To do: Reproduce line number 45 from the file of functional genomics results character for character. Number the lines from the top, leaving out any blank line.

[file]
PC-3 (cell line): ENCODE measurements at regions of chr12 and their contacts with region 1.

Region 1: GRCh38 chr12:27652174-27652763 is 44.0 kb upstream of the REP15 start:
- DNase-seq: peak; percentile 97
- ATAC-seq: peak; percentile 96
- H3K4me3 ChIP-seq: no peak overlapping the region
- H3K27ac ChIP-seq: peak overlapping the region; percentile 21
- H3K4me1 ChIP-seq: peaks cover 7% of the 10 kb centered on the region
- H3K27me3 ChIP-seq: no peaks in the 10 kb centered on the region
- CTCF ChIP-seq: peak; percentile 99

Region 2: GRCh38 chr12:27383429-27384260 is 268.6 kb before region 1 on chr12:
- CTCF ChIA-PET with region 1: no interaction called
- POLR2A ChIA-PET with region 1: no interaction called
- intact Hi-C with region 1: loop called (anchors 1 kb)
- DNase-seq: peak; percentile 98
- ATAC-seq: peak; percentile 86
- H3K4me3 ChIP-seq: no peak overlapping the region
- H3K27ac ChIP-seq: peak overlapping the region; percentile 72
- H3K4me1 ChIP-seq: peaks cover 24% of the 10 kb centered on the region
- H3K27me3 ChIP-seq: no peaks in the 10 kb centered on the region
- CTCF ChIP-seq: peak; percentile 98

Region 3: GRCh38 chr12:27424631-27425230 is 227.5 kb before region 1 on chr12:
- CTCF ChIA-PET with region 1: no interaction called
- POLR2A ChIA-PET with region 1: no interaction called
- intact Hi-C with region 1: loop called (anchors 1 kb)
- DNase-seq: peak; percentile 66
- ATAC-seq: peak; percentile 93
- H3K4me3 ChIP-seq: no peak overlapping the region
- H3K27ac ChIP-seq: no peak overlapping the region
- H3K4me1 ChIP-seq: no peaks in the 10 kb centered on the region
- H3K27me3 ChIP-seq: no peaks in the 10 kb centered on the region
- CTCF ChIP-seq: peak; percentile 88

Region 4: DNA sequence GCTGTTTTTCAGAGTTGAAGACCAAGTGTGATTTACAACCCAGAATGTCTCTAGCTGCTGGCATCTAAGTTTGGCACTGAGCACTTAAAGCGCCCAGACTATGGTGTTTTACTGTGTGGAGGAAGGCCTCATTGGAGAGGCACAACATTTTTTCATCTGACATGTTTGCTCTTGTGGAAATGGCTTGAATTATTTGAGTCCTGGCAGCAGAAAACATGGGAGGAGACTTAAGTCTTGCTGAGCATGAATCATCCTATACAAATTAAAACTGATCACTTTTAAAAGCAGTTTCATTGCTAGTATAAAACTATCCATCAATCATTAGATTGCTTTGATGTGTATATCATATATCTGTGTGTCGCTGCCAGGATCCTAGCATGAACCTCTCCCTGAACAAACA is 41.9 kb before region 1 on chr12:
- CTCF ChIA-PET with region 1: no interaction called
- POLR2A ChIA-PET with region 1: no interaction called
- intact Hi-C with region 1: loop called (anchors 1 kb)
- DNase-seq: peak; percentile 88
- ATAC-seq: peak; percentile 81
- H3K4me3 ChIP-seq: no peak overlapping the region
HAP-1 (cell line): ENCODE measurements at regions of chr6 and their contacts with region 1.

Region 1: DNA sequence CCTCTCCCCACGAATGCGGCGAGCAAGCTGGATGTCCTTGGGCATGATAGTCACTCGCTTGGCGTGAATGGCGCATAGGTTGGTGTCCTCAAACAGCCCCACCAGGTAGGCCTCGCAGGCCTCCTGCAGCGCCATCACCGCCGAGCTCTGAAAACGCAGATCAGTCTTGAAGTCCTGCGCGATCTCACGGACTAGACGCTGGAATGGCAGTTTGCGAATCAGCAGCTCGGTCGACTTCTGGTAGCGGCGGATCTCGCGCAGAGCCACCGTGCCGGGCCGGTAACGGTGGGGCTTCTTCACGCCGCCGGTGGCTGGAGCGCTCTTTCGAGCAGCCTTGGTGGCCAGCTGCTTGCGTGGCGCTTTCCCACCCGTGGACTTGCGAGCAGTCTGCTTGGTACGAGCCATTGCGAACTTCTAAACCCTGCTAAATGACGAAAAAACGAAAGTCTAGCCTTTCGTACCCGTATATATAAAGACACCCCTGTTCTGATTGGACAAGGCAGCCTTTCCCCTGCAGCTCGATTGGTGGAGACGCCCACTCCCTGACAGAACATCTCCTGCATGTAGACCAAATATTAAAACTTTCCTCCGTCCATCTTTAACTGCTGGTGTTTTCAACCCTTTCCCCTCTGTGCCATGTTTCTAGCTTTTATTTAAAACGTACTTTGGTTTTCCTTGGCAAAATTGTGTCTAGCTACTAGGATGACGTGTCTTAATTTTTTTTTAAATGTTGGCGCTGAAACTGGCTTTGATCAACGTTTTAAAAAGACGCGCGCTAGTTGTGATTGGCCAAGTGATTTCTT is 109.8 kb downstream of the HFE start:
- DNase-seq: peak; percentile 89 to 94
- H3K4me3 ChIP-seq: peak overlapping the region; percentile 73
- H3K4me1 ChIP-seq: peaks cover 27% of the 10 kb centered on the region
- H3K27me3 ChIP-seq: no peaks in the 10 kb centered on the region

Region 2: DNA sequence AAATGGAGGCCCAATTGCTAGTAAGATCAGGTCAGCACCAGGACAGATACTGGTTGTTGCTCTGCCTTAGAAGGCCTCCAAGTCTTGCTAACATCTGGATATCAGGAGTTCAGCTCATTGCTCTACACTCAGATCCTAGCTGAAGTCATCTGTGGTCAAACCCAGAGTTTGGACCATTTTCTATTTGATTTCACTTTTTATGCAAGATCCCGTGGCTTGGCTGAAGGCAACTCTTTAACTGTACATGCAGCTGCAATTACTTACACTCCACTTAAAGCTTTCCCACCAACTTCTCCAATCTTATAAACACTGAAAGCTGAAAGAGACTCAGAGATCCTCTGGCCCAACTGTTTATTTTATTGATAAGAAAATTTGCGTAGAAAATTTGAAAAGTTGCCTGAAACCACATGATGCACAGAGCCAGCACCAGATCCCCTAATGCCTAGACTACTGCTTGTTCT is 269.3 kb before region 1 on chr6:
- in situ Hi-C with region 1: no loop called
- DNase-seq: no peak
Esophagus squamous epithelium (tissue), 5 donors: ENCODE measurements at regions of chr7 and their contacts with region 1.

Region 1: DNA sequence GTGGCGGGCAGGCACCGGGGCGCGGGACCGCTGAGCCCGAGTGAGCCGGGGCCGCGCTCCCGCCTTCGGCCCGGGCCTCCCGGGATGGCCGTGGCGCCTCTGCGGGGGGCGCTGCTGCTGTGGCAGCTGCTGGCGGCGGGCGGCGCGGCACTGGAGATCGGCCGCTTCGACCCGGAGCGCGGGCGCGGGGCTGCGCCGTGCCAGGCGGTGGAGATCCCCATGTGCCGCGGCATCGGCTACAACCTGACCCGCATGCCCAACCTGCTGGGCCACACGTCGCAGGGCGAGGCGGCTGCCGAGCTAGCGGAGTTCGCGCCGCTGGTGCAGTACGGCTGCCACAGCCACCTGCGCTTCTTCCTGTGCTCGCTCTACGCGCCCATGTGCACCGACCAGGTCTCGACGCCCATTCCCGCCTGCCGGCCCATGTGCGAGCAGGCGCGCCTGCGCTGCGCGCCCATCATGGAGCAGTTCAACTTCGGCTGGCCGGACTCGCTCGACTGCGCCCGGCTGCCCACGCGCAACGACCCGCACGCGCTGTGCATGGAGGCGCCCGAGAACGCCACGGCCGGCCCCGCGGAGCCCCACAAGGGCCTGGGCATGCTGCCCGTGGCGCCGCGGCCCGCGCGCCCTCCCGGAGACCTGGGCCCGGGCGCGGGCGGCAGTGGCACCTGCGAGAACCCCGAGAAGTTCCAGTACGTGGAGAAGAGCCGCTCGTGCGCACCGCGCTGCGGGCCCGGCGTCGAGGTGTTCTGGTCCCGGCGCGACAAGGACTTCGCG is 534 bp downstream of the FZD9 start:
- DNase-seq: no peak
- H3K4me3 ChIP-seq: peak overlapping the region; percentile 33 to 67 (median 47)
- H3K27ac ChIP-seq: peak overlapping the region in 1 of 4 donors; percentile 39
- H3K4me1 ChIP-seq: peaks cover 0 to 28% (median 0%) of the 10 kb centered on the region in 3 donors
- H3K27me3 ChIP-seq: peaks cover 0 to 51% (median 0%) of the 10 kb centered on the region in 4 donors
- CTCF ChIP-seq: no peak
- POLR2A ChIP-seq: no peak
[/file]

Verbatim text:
Region 2: DNA sequence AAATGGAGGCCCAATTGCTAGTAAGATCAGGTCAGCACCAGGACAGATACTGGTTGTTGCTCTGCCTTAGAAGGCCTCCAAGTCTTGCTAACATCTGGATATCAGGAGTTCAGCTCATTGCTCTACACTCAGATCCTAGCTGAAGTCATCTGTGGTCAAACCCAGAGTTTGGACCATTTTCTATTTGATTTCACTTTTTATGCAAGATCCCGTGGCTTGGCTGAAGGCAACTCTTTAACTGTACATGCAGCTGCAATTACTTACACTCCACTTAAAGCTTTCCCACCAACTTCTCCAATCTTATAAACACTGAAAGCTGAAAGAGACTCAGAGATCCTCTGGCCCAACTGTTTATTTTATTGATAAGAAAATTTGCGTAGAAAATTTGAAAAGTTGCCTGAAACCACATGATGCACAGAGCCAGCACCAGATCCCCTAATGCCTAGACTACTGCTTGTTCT is 269.3 kb before region 1 on chr6: